I don’t know why I haven’t given enough attention to Tiramisu on the blog. It’s a dessert that I love and have learned to love more and more throughout the years. The layers of soft mascarpone in this Tiramisu go so well with that coffee-soaked cookies and even better with the cocoa powder on top. It’s a dessert you’ll want to make over and over again for sure.
I already had a Tiramisu recipe here on the blog but with time I’ve adapted it more and more. I just HAD to share this updated version with you. It’s creamier than the previous version because that one didn’t have cream but the reality is that it does add a bit of extra smoothness. The rest of the procedure is pretty similar in case you were already familiar with it. Also, at some point in my life, I’ve made a berry Tiramisu that I would love to revisit. Are you interested in that version? Let me know in the comments below.
The official Tiramisu is made with mascarpone cheese, which is an extremely creamy Italian cheese. I know it’s not easy to get mascarpone cheese in certain places, so if you can’t get a hold of it, you can replace it with cream cheese. It’s not an ideal replacement because mascarpone cheese is made with cream and cream cheese is made with milk! That means that mascarpone feels much smoother and creamier mouthfeel. But like I say, you can definitely replace it if you don’t have a choice ;). Another factor to mention is coffee. Here I’m using instant coffee but if you prefer you can use espresso from a Mocka type coffee machine. Also, if you like a bit of liqueur in your Tiramisu, you can mix a bit of Kahlua, Grand Marnier, rum or brandy with the coffee.
The original version of Tiramisú contains egg yolks cooked in a bain-marie and egg whites whipped up raw. With time, you know that tastes and recipes evolve and that’s not wrong! I think both versions are as valid. In my case, I like to cook the egg, or you could use pasteurized egg for the traditional recipe. In my recipe, I use the technique of “pâté a bombe” which is like a meringue with egg yolks. The hot syrup cooks the egg yolks as you bet them, so the result is an airy and beautiful mix. The air in the pâté a bombe replaces the air that is in the egg whites in the original recipe and they also help us thicken the tiramisu in the fridge. It’s the same technique I use in my chocolate mousse and lucuma mousse.
For the Tiramisu mix
- 4 egg yolks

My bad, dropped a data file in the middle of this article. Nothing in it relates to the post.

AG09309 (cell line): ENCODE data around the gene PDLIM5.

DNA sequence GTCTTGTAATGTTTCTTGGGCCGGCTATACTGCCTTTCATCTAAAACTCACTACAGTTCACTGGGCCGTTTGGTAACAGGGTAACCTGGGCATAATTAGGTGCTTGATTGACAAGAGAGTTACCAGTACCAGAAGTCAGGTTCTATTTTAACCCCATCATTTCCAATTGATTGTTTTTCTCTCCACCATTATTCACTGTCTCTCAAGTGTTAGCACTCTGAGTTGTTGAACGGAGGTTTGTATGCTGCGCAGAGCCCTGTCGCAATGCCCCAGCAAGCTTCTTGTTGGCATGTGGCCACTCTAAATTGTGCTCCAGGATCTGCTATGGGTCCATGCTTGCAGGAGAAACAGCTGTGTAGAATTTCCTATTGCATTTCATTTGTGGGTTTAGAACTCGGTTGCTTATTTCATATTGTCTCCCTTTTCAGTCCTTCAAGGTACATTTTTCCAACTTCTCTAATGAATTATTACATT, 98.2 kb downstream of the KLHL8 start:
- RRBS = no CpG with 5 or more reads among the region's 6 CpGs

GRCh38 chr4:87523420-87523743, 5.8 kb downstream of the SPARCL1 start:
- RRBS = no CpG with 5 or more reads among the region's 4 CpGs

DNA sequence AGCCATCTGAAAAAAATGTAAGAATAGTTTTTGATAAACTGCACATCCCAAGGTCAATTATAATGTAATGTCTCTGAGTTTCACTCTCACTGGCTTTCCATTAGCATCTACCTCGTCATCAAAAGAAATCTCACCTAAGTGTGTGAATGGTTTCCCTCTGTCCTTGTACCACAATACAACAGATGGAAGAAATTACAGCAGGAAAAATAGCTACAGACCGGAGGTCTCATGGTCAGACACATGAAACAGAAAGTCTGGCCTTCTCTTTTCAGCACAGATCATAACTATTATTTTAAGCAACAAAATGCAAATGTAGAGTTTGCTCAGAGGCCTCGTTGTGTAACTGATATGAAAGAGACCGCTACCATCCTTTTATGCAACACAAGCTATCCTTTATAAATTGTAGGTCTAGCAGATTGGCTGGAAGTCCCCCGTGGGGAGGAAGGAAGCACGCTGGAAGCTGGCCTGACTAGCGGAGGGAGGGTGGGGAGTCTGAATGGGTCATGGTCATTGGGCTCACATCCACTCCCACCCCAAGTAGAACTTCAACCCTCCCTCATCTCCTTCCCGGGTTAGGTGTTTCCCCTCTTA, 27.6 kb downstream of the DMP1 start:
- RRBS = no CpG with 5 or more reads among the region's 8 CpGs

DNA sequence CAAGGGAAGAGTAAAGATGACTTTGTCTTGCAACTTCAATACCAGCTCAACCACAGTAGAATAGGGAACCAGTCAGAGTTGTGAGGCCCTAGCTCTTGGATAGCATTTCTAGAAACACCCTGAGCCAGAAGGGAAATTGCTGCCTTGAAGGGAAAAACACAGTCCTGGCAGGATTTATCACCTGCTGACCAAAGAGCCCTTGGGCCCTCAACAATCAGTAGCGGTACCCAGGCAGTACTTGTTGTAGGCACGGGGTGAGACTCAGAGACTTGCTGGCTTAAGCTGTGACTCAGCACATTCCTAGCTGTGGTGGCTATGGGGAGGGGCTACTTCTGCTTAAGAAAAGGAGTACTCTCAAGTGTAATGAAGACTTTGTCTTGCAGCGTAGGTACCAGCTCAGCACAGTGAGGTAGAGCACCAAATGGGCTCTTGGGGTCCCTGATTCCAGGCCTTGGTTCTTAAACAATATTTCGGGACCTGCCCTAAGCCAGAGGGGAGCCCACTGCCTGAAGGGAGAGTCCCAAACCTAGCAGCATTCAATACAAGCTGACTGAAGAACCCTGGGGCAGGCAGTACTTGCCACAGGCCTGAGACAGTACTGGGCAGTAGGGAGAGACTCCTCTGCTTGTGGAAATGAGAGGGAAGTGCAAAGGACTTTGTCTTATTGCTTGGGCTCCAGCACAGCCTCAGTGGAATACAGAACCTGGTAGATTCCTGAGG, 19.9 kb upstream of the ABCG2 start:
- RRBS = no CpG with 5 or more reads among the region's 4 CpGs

- 70 ml water
- 80 g sugar
- 750 g mascarpone cheese can be replaced for cream cheese, but like I say lines above, the result is not exactly the same
- 300 ml whipping cream cold, straight from the fridge
- 3 tbsp instant coffee
- 3 tbsp sugar
- 400 ml boiling water
- 300 g ladyfingers
- 2 tbsp cocoa powder hopefully 100% cacao
For the tiramisu mix
- Place the sugar and water in a pan or small pot and make it boil over medium-high heat. You want to see it really boiling!
- Once it's about to boil, start beating the egg yolks on high speed. Add the syrup down the side of the bowl. Keep beating on high speed until the mix has cooled down completely. It should look very thick and foamy. This technique is called a "pâté à bombe".
- Keep the pâté à bombe in a bowl to one side and place the cream and mascarpone in the whipping bowl, you don't need to wash it.
- Whip up the cream with the mascarpone cheese until you have a thick and smooth mix. Start at low speed so that it doesn't go everywhere and speed it up slowly.
- Add half the pâté à bombe to the mascarpone mix and mix them together using a spatula and folding motions. Repeat with the other half.
- Dissolve the sugar and coffee in the boiling water and let it cool down completely before soaking the ladyfingers.
- Dip the ladyfingers in the coffee for a few seconds, we don't want them to fall apart. Lay a base of the soaked ladyfingers on the base of the pan. Pour in half the mascarpone mix into the pan and repeat the ladyfinger layer on top. Finish with mascarpone and spread it out.
- Refrigerate the Tiramisu for at least 8 hours.
- Dust cocoa powder over the Tiramisu and serve using a sharp knife with a non-serrated blade and use a spatula to lift off the pieces.